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A Lesson from Your Local Dunkin Donuts: How to Treat Potential Hires, New Hires, and Old Hires

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FOR STARTERS

I'm a major culprit for eavesdropping at coffee shops if I'm ever working outside of the office. One particular day, as I was cranking out emails and working through a technical document, I was witness to an interview at the local Dunkin Doughnuts. This day I was also forgetful and did not bring headphones to block out everything or focus past the conversation taking place next to me. Prior to the interview, I noticed the interviewee walk in and was completely unaware that the twenty-something, in athletic pants and an obviously worn white t-shirt, was there for any sort of official business - much less an interview. The female went to the counter and let a junior employee know that she was arriving for an interview and sat down two tables over without ordering anything (come to find out later … she didn't like coffee).

 


 

Before the interview, I think it's important to note that the manager at this Dunkin Doughnuts is always there and was at least 5-6 months pregnant at the time. The workforce she manages varies from local high school students to middle-aged men and women with likely two or three jobs. The racial and economic ratios directly reflect the community around it - which is one of the factors I like about this particular store. In addition to the challenge of managing across multiple people groups, there can be a higher level of turnover to combat, and a constant training regimen to maintain. This environment can lend itself to many missed cues, incorrect orders, and the occasional long wait time.Dunkin.png

 

Despite all of this, the staff there are confident - not pompous. Every employee seems to be in an ever-state of encouragement, and each individual takes ownership in training and leading those they are working with. For every messed up drink and dropped latte, there seems to be an opportunity for coaching. I never understood where that aura came from until I witnessed THAT interview on THAT day.

 


THE INTERVIEW 

The manager sat down and tried to get comfortable for 10-15 seconds and asks for all of the necessary paperwork such as resume, application, copy of ID's - the normal stuff. This is where things start to go wrong; the applicant did not have two forms of ID, and, in fact, didn't have a driver's license nor a car to drive to and from work. At this point, this manager has multiple justifications to end the interview: the applicant doesn't like coffee, doesn't have a dependable mode of transportation or legal means of driving herself, is dressed for a date with Netflix, and doesn't have the appropriate paperwork. Yet, she doesn't end it. She does the opposite.

 

The manager presses on and asks the applicant how she might be able to get to work and provides some suggestions when she stalls out. She provides examples of how other employees are accommodated for having specific transportation issues or other hindrances for getting to work and encourages her to explore specific options that she was previously unaware of. The manager also asks her about her previous work and pulls out multiple positives about each instance of experience because the individual was having a hard time selling herself. At about the 30 minute mark, they start discussing the paperwork, and the manager takes the time to instruct the applicant on how to get a social security card replacement and get a copy of her birth certificate - which further explains the background of this individual, to not have either document or knowledge of how to obtain them.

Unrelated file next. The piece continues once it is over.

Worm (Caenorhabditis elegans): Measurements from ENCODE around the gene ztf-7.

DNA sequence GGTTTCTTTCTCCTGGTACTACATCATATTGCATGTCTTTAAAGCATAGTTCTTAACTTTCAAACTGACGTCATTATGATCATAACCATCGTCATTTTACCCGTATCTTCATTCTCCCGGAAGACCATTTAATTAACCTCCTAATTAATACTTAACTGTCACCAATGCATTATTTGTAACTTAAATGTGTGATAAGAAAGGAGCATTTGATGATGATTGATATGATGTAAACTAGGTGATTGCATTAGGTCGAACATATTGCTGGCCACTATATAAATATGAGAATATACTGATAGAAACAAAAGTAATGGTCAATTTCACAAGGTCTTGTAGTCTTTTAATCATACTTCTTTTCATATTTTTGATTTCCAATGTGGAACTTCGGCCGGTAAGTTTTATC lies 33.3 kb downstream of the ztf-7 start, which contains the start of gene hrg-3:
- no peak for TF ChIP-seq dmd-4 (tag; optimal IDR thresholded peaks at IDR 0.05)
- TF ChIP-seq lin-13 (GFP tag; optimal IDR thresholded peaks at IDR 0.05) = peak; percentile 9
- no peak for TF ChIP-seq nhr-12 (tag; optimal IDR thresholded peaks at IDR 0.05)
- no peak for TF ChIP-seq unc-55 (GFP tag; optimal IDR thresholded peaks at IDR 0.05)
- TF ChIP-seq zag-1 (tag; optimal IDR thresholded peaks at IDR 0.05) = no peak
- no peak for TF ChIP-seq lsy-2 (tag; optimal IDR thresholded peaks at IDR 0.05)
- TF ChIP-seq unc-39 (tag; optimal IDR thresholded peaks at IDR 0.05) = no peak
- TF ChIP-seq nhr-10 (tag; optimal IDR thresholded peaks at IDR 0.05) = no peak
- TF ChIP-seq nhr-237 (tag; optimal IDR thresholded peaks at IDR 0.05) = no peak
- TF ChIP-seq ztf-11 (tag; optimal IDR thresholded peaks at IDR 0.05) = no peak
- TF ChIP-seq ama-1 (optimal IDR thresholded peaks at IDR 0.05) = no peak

The interview eventually ends and the manager thanks the woman for her time… HER TIME, and then she encourages her to come back when she gets everything in order. I have no knowledge of what happened to that lady or if she applied again or not; however, the importance of this whole exchange is that it happened. The romantic in me, of course, hopes that this person was able to work through all of the obstacles before her and that she is a manager of her own Dunkin Donuts by now… AND loves coffee. Though it may be unlikely and the manager may have knew it was unlikely, this leader took the time to pour herself out anyway. The reason I want to highlight this experience is purely to showcase how one leader makes a difference in people's lives.

 

At a minimum, this woman left with a better trajectory than when she walked in, and the more people that work at that Dunkin Donuts or interview there will be imparted with the same. Which just might subtly change the community within which it resides. It could be a touch of idealism, but leaders (not just by title) can and should take the time to coach and encourage the individuals that they interact with. Metrics and numbers will eventually be met when everyone in your organization is mentoring and bettering those around them, and growing themselves as a product of this behavior.

 


 

FASTFORWARD 

Since this day, the manager now has a beautiful baby girl. What I'm hopeful for is this child will grow up knowing the full capacity a person has to impact the ones around them. A narrative that is important going into a new year and a new national leadership.

 

This video runs parallel to the concept and worth a quick 12 minute break during your time off this holiday season.

 

 

#redeemtheworkplace

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About Shawn Hays